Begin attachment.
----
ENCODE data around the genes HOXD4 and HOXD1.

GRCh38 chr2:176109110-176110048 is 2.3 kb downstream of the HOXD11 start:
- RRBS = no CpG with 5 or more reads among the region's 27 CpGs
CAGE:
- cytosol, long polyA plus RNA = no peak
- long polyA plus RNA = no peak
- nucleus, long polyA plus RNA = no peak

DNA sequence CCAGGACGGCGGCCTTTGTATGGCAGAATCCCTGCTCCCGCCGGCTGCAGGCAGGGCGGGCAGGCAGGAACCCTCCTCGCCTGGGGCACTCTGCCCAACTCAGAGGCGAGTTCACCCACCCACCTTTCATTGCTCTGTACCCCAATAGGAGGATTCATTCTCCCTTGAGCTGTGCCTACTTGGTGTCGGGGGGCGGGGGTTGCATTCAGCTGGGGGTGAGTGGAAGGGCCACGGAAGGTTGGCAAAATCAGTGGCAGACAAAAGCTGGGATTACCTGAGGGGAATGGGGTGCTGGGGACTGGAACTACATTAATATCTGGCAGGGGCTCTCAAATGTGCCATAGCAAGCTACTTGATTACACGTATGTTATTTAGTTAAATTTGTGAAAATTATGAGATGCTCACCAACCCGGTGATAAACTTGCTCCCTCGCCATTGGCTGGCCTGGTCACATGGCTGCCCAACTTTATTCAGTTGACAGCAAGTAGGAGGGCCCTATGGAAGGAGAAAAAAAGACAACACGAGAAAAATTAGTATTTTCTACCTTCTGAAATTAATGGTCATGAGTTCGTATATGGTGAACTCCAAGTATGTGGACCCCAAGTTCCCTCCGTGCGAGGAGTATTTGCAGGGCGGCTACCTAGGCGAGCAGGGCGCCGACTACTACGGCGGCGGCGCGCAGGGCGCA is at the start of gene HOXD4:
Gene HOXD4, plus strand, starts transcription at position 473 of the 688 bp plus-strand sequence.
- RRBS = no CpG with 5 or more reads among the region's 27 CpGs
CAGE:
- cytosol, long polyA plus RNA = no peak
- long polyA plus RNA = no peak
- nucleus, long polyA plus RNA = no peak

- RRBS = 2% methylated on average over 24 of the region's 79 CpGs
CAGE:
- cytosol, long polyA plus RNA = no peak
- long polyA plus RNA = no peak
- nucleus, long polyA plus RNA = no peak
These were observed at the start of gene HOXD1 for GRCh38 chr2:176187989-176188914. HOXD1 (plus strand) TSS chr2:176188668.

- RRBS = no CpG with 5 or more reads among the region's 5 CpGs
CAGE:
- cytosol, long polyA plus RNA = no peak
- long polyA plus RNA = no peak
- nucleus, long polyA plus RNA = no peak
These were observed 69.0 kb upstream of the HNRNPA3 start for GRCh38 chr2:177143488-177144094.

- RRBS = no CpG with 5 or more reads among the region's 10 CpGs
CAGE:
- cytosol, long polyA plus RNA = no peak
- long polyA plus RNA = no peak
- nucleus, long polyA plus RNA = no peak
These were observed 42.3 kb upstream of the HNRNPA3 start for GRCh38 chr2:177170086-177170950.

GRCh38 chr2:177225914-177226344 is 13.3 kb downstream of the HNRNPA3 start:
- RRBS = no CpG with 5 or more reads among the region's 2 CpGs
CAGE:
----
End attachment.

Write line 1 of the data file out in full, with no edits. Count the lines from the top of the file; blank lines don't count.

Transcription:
ENCODE data around the genes HOXD4 and HOXD1.